Perhaps in an attempt to keep up with the Asian-fusion competition that is Panda Express, or maybe for some more elusive reason, Nao and Zen has totally overhauled its menu. Located in the Student Commons, Nao and Zen is a convenient option for students with dining plans.
In my freshman year, Nao and Zen was a nice alternative to the limited options offered by other campus eateries for vegetarians. Being a vegetarian in a dorm with no kitchen can get monotonous, especially if you don’t have extra money to eat food that can’t be bought with swipes or you don’t want to eat Shafer’s french fries and unseasoned tofu all the time. So despite its mediocrity, I appreciated Nao and Zen.
What about now? I went to the Commons to find out, I was pleasantly surprised. In the past Nao and Zen served customizable bowls of rice or noodles with vegetables and some sort of protein on top. Now it specializes in ramen and “makiritos”, as well as bubble tea. The makirito, which is known to some students as a sushi-rito, is exactly what it sounds like: sushi in the shape of a burrito. Is it authentic? No. But is it less mediocre than the Nao and Zen of last year? Definitely.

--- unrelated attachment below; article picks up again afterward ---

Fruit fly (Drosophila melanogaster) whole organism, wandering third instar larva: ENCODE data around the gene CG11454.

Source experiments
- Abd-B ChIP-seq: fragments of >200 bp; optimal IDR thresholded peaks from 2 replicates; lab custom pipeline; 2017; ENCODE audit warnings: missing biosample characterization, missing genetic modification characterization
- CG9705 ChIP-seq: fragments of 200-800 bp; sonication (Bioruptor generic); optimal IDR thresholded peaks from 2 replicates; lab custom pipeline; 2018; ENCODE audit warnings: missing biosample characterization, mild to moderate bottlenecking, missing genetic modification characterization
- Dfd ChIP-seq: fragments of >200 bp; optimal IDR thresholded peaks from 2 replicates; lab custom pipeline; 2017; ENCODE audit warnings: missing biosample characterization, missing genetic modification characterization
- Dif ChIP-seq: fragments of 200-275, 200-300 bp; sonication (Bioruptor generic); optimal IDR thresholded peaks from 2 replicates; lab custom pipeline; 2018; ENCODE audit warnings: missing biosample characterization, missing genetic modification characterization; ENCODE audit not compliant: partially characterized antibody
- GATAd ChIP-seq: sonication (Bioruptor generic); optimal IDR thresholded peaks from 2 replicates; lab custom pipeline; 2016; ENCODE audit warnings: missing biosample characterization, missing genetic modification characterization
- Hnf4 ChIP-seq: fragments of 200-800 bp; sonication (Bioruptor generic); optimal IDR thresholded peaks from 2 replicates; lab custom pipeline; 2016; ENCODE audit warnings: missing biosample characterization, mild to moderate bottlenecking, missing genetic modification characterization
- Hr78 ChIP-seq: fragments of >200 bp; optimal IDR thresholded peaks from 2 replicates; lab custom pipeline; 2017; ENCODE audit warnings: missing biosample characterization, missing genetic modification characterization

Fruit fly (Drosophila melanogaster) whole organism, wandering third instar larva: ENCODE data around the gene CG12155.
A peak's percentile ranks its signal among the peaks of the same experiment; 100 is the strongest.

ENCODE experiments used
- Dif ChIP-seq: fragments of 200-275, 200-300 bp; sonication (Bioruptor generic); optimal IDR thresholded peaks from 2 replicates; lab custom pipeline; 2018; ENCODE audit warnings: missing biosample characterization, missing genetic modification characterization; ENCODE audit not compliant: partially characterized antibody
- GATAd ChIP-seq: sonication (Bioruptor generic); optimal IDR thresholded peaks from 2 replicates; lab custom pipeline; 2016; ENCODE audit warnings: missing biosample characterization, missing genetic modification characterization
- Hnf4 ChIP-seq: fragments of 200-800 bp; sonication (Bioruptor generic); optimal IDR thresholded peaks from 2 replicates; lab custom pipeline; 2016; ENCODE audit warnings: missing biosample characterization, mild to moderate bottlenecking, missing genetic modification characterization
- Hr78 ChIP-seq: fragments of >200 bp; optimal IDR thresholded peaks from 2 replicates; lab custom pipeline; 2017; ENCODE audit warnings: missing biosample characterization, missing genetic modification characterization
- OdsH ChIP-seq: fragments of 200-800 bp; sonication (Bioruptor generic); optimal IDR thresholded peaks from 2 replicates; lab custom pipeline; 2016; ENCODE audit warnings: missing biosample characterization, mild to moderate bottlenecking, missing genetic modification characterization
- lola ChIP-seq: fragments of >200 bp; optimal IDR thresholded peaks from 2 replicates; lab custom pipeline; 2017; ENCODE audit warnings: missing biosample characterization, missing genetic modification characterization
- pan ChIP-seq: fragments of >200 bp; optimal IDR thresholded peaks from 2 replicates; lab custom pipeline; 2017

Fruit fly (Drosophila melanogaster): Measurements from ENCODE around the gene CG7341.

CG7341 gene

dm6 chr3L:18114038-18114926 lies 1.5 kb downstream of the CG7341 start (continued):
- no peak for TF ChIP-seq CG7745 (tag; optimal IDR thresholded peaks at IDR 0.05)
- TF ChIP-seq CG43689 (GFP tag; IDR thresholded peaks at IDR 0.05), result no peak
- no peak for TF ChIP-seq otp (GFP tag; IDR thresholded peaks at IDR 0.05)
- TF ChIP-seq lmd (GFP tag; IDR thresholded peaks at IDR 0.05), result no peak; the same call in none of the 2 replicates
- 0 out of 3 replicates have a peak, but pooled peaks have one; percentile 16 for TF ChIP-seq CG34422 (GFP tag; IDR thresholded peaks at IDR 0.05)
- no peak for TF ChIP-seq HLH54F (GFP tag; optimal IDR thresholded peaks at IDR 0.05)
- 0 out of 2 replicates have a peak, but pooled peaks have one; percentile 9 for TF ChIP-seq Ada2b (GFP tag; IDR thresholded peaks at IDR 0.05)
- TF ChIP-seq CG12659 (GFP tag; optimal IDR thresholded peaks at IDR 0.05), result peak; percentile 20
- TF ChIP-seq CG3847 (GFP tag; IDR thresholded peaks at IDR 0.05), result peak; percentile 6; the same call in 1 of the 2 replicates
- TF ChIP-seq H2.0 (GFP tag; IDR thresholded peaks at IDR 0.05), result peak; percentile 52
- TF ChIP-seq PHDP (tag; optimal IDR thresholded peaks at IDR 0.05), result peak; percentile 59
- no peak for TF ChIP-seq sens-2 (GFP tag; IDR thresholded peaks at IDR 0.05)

The veggie makirito is supposed to be customizable, or at least, that’s what the menu on the CampusDish website said; but the one I was given had been pre-made, which might have been a result of lackluster service on the part of the cashier that handed it to me – not that I blame him for not wanting to do extra work. I can only imagine what it’s like to serve so many college students every day. Regardless of the sub-par service, the food was decent.
The sushi-burrito hybrid was wrapped in a thin layer of nori, a thin crunchy seaweed in some Japanese food, with a layer of rice. It’s hard to mess that up. The vegetables inside were fresher than expected; anyone who has been to Croutons or Shafer enough knows that VCU dining isn’t the best when it comes to serving vegetables that aren’t wilting. The sweet potato and eggplant added some pleasant balance to the saltiness of the nori, while the small avocado slices inside added a hint of savory flavor. Most shocking of all, the sweet potato wasn’t too mushy and the avocado wasn’t turning brown. I clearly do not expect much from VCU dining food.
The makiritos and ramen are available for a swipe, but the price in actual money/dining dollars is a bit high for the quality of the food; I spent about $10 in dining dollars on a makirito and a fountain drink. As for the atmosphere, what could I say? It’s the Commons: a quick, easy place to pick up some food between classes. For that purpose, Nao and Zen is certainly a better than the other choices covered by the dining plan.
All in all, Nao and Zen is still nothing to write home about, but it’s a step up from its previous incarnation. Last year’s Nao and Zen could be described as mid-tier mediocrity, while this year’s is at a slightly higher level of mid-tier mediocrity. I haven’t tried the ramen yet, but I’ve heard good things, and it certainly does look decent. I’m excited about having bubble tea available through VCU dining as well, though I haven’t tried that yet, either.